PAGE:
My clients at Teradata are introducing a mix-em/match-em Aster/Hadoop box, officially called the Teradata Aster Big Analytics Appliance. Basics include:
- You can fill a rack with nodes either for the Aster DBMS or for Hadoop (Hortonworks flavor), or you can combine them in the same box.
- If you combine them, they share management software (adapted from mainstream Teradata’s) and Infiniband.
- An Aster node has 16 2.6-gigahertz cores and 24 900GB disk drives.
- A Hadoop node has 12 2.0-gigahertz cores and 12 3TB drives.
- A central part of Teradata’s strategy is that Aster and Hadoop nodes can work together via SQL-H.
- The Teradata Aster Big Analytics Appliance is based on a family of Dell servers that fit more compactly into racks than do Teradata’s traditional products.
- The Teradata Aster Big Analytics Appliance replaces a previous interim Teradata Aster appliance that used similar hardware to that in other Teradata systems.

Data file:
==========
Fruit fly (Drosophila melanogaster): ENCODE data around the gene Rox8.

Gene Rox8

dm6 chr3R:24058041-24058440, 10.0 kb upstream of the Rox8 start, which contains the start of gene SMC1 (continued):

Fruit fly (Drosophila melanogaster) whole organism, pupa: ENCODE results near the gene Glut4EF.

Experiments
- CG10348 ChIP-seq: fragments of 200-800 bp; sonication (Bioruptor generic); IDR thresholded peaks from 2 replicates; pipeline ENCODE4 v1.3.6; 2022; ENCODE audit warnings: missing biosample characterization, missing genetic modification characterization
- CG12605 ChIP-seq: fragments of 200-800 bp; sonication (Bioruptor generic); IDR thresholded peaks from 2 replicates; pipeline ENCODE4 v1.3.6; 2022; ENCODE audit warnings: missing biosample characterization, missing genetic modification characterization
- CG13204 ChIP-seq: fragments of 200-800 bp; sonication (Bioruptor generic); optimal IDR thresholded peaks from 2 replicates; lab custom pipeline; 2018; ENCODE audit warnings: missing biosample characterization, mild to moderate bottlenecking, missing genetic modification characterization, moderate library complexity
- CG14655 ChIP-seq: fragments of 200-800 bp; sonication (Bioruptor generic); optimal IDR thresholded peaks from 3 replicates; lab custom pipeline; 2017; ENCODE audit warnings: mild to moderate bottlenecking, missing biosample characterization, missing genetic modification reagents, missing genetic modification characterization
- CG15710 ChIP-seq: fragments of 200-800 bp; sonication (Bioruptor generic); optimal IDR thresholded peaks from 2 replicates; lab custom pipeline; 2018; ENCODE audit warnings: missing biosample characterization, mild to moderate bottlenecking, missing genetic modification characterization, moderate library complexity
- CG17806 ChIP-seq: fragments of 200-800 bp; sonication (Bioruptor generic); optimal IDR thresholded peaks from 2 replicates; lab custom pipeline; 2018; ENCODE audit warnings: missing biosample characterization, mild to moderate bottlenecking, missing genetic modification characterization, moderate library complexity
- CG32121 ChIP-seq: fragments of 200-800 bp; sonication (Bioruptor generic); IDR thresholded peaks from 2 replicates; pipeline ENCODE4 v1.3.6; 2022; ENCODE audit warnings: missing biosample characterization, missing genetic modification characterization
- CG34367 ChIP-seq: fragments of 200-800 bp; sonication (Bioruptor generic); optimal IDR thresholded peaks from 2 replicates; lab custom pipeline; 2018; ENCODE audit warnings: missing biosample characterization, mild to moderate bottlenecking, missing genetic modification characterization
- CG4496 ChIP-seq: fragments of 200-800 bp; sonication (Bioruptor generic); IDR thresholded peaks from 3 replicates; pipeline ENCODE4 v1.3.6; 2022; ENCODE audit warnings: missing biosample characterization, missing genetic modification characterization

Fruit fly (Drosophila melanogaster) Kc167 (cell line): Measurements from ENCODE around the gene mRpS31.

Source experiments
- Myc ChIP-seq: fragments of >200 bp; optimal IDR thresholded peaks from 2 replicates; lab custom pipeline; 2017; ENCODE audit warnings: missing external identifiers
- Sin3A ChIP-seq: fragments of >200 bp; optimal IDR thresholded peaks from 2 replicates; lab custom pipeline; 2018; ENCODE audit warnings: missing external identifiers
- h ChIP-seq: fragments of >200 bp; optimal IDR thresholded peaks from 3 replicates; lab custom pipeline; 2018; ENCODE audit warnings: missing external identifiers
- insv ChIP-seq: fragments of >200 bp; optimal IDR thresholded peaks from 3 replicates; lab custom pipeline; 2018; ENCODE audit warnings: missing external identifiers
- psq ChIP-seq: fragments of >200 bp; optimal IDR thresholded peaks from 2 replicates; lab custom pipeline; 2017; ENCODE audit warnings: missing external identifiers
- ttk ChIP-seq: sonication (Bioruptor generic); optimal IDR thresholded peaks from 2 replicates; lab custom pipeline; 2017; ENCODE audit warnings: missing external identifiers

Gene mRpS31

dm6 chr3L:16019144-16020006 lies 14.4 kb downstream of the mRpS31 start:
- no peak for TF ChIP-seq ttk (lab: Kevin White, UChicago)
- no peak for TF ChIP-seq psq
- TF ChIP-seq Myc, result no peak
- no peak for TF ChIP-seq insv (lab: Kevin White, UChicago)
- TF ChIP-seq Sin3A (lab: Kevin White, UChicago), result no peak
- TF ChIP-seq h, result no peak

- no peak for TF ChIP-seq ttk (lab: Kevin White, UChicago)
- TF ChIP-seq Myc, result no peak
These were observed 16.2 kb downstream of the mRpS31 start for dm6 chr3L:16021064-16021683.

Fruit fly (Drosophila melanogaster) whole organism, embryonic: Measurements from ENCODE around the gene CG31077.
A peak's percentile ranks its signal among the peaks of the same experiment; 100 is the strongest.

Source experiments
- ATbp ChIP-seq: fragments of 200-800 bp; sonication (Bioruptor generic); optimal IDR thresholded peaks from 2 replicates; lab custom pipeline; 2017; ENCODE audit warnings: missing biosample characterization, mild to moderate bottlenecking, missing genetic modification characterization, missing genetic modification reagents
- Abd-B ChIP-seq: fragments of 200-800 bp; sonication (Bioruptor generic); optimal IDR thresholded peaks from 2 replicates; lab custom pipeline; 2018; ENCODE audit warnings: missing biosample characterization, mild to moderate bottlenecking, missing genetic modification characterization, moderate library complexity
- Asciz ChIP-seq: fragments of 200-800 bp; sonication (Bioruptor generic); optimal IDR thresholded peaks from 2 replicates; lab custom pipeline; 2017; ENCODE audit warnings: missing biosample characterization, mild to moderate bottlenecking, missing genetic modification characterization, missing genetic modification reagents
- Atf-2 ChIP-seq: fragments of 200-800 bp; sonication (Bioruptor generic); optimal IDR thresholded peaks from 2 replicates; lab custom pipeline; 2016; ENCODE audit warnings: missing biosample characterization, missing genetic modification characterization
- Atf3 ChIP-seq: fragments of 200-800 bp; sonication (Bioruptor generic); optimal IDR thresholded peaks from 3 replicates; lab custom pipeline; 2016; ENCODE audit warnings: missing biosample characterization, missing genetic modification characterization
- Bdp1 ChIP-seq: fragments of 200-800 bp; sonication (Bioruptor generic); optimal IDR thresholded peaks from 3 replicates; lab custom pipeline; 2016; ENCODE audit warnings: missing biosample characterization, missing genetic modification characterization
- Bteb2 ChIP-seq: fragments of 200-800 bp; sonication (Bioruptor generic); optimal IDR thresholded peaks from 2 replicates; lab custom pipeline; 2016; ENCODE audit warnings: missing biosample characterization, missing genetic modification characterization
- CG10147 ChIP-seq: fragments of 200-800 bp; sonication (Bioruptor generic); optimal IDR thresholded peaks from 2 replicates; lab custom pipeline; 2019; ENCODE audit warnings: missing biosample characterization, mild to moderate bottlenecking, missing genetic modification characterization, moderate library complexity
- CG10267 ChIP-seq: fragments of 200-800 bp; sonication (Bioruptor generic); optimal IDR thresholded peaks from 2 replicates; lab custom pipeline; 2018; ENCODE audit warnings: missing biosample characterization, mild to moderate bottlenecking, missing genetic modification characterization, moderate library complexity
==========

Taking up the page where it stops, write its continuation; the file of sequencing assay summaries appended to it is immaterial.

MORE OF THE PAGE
My views on the Teradata Aster Big Analytics Appliance start:
- From an Aster standpoint — why not?
- Overall, I’m not a big fan of Hadoop appliances. It’s not always obvious how appliance packaging adds enough value to make up for sacrifices in cost and flexibility.
- One exception would be if the appliance comes with some software you want and can’t get in another way. So if you’re happy with Teradata’s management software, and they give you a good enough price — why not?
- The Aster/Hadoop arm’s-length integration strategy indeed calls for a high-speed interconnect between the two.
- If you’re going to a roll your own Hadoop cluster, Teradata’s design choices might be a good starting point for you.
- I don’t dislike the term “big analytics” nearly as much as I do the term “big data“.
- I took the opportunity to chat with Teradata hardware chief Carson Schmidt, in part about the rationale for these design choices.
- You might want to compare the hardware specs for the Teradata Aster Big Analytics Appliance to those for four different Teradata systems (March, 2012)
- Edit: Timothy Prickett Morgan picked up a nuance I missed: Aster’s backup and load nodes are on cheaper, Hadoop-style configurations.